Danielle Kapetanovic, mother of 15-month-old Chloe, posted a message on Facebook to warn parents after her daughter had a dangerous reaction to a popular teething gel. Read her words below.
I don’t like to put personal information related to my kids out there, but I feel compelled to warn other parents about the risk of using Baby Orajel.
Chloe is 15 months and teething. Someone I know recommended trying Baby Orajel on her gums to alleviate some of her discomfort. I bought the nighttime version as seen in the picture and right before her bedtime decided to apply it. The directions say apply a “pea size” – I put less than a pea size on my finger and applied it to her gums. Chloe immediately turned red, started kicking, got one or two screams in, and 10-15 seconds after the Orajel touched her gums she became unresponsive. Her eyes locked in a dead stare, she became limp and stopped breathing. She turned blue. I grabbed her and put her against my body, hitting her back trying to wake her up, but no response. I ran her down the hall to my bed and lied her down and began breathing into her mouth as Mike called 911. Thankfully she woke up and started screaming and crying after maybe 15-20 seconds in total, which felt like an eternity. The ambulance arrived and EMT’s checked her out and determined she was okay.
Unfortunately I did not know this in advance, but there are many other parents out there who have experienced the exact same occurrence with their own children when using Baby Orajel. I found online posts dating back to 2008 from parents with literally the same experience – their baby became unresponsive in seconds, went limp, turned blue, became responsive again after 15 seconds or so – it was like someone wrote my same experience. What’s more, I learned the FDA warns against giving babies Benzocaine – the active ingredient in Baby Orajel. The use of benzocaine gels and liquids for mouth and gum pain can lead to a rare but serious—and sometimes fatal—condition called methemoglobinemia, a disorder in which the amount of oxygen carried through the blood stream is greatly reduced. Children under 2 years of age are of particular risk, with almost 80% of reported benzocaine gel related cases of methemoglobinemia having occurred in children under 2.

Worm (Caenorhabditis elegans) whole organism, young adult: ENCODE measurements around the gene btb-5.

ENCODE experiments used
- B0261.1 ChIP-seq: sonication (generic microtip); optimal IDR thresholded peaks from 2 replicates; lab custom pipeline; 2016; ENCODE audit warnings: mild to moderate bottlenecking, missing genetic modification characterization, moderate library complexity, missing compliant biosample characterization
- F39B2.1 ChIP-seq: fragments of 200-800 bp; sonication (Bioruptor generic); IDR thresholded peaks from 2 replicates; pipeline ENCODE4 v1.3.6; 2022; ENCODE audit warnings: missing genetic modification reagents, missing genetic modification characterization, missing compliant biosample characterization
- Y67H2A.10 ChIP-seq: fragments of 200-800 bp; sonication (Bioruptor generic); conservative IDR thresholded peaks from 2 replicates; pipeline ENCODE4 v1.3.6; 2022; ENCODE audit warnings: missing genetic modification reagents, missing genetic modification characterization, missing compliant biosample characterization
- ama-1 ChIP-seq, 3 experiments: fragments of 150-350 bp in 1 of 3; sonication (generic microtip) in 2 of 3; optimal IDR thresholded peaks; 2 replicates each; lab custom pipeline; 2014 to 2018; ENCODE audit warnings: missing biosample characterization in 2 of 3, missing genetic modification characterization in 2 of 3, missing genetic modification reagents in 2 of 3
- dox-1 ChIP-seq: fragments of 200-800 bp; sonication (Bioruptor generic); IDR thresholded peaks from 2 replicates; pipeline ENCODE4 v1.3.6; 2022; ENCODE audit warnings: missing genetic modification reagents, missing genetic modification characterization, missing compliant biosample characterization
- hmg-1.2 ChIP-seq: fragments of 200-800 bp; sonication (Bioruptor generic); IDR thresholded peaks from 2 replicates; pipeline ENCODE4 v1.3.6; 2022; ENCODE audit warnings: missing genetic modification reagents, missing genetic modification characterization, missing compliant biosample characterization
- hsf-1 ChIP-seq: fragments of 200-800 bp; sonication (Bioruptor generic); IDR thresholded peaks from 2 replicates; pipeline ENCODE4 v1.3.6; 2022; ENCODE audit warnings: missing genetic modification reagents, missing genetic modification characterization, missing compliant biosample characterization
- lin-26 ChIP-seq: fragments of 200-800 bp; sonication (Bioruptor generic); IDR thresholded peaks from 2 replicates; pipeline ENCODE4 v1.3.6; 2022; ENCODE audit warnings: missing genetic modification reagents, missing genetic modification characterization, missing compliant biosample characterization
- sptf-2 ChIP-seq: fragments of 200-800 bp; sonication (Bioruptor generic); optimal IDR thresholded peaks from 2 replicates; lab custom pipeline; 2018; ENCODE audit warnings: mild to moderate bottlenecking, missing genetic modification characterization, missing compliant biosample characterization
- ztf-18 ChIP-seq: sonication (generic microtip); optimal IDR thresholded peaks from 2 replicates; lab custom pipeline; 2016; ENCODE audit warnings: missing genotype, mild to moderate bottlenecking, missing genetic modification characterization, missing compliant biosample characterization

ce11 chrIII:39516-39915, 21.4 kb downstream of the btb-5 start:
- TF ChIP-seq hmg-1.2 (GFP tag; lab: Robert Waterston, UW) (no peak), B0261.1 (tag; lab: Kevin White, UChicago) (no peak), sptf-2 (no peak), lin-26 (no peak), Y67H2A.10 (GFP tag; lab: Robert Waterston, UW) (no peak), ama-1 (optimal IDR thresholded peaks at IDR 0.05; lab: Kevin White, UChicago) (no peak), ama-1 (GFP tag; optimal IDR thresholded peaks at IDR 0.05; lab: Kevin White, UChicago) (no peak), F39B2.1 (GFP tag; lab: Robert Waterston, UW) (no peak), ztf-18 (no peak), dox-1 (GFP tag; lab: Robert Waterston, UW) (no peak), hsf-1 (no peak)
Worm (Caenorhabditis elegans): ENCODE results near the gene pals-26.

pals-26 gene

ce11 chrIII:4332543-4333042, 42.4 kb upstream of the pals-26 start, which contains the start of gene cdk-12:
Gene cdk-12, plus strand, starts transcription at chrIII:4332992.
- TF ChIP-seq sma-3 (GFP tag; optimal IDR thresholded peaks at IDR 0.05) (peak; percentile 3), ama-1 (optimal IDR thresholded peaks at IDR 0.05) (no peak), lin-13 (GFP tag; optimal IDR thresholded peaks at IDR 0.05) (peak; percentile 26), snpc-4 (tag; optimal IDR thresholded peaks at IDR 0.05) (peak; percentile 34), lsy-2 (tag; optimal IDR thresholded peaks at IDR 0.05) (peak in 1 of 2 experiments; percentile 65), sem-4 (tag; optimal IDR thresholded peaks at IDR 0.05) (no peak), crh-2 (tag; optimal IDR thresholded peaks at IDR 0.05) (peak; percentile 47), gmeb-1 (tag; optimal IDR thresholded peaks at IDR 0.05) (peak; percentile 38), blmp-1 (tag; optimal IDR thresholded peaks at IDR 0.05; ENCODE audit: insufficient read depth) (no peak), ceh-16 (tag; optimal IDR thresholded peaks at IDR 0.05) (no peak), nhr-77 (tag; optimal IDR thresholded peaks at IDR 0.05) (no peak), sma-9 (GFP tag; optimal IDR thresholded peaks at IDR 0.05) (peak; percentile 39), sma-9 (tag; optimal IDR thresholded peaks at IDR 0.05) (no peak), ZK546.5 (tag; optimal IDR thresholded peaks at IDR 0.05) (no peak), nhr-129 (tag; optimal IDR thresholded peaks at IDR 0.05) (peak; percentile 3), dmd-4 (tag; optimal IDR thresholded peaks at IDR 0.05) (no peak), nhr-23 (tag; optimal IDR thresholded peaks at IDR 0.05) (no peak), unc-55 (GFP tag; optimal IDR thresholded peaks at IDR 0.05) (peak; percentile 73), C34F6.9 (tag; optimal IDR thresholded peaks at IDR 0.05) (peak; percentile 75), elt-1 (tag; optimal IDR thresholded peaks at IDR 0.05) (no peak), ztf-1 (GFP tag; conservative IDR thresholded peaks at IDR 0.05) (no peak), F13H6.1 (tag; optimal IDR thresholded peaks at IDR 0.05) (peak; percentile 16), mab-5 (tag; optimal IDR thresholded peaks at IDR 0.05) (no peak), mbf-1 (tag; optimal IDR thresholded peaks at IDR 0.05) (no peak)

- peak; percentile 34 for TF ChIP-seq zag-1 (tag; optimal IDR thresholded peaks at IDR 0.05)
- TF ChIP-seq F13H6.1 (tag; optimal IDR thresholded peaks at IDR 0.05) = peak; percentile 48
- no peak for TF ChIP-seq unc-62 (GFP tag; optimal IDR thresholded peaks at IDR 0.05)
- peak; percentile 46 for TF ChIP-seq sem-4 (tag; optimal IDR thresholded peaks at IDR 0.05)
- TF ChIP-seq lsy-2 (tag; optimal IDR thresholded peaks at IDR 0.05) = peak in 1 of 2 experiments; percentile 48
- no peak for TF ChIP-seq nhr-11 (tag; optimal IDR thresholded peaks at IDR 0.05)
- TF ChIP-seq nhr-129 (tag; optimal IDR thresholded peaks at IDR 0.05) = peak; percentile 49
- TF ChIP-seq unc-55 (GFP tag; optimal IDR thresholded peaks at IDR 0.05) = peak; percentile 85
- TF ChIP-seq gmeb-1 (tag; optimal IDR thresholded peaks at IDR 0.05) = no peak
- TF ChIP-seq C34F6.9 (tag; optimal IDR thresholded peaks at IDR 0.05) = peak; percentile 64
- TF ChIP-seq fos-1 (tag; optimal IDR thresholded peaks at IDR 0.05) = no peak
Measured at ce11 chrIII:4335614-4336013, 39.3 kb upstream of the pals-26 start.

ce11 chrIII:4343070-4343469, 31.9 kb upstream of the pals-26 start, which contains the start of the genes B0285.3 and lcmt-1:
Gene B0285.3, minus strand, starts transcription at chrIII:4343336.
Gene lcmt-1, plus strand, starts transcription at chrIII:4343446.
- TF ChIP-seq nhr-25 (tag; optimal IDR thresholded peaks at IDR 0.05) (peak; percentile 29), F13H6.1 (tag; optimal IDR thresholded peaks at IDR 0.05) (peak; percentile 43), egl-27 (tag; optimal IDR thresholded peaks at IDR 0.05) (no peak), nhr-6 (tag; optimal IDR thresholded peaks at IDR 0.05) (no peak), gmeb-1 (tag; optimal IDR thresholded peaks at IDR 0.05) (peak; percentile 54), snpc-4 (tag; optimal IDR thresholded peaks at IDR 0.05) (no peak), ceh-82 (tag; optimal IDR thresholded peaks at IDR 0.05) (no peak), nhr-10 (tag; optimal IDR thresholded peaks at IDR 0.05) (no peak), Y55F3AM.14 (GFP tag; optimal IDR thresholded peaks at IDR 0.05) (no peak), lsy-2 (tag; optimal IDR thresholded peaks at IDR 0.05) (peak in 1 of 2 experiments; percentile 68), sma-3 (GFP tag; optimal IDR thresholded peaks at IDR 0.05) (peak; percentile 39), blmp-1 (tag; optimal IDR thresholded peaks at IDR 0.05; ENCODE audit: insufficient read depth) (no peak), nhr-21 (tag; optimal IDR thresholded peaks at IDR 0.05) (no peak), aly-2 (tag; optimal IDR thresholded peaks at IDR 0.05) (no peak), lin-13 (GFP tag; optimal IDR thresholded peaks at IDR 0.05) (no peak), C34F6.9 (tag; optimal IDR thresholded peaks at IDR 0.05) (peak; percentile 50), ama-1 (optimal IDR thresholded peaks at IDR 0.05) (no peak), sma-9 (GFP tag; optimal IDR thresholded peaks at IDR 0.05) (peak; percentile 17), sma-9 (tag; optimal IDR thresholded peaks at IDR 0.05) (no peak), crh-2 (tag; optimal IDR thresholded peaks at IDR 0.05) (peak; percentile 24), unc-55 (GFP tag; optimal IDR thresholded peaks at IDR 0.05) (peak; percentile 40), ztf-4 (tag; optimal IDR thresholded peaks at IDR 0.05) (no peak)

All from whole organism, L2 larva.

Chloe has since been checked out by her pediatrician and they think she will be just fine. Unfortunately her Doctors can’t definitively say if what happened to Chloe was a reaction to the benzocaine in the Baby Orajel vs a “breath holding spell,” or something else.
Please, do not give your children Baby Orajel. The potential temporary relief it may provide your baby from teething is simply not worth the risk. This product is incredibly misleading (look at the age of the child on the box) and should be properly labeled with a large warning or simply removed from the shelves and not advertised for babies. Please don’t put your kids at risk. Please share this post with your friends, especially those with teething babies, so nobody else makes the same mistake.
Orajel reminds parents to “ask your doctor” before use. For a full list of warning signs, you can visit their website.